This project aims to determine the effectiveness of Stoic techniques at improving symptoms of anxiety in undergraduate students. It is one of the first to provide empirical testing of psychological claims that are fundamental to what is arguably the most enduring and popular school of Ancient Greek and Roman philosophy.
Using a framework modified from the field of applied behavior analysis, we measured the effectiveness of Stoic techniques at relieving anxiety in 55 Northeastern undergraduate students. Based on Epictetus’ Enchiridion (c. 125 CE), a handbook of practical advice for beginners in Stoicism, we introduced participants to one of three techniques: focusing only on what is under one’s control; considering the benefits of all possible outcomes; and imagining an event from a stranger’s perspective.
Participants were asked to log the initial intensity of anxiety, employ a Stoic technique, log the intensity 5 minutes later, and then log the intensity again 1 hour later. This timed reporting is facilitated by the use of Mosio, a data-friendly text messaging service for researchers. Through conducting repeated measures ANOVA analyses, we are able to compare the frequency and intensity of anxiety experienced across each experimental group.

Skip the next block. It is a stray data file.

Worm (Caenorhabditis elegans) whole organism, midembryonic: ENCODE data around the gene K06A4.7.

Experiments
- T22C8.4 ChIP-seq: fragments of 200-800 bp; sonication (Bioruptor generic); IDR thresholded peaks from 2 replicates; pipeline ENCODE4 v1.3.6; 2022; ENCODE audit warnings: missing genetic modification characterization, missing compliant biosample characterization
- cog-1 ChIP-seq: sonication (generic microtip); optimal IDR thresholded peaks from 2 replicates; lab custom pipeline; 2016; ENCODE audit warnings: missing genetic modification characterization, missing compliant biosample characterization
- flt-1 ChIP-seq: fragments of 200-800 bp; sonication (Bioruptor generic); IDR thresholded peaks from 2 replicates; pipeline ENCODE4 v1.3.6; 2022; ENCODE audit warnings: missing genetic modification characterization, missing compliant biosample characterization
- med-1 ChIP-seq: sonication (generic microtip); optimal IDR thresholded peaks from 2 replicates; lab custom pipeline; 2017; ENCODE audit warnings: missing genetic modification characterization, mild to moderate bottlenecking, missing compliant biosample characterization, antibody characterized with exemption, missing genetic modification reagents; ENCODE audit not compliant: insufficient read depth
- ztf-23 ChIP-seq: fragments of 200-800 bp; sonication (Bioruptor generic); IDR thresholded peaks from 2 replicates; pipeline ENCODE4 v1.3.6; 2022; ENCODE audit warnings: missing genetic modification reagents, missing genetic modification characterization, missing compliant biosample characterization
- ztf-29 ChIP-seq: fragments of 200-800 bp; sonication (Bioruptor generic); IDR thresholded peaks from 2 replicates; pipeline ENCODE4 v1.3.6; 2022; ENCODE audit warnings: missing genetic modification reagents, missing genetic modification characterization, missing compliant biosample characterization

Over 40 million adults in the U.S. report having an anxiety disorder, with recent surveys showing that approximately 80% of U.S. adults report increased stress due to the pandemic. Treatment of stress and anxiety often involves medication, but Stoic techniques can contribute to improving mental health accessibility if proven to be effective.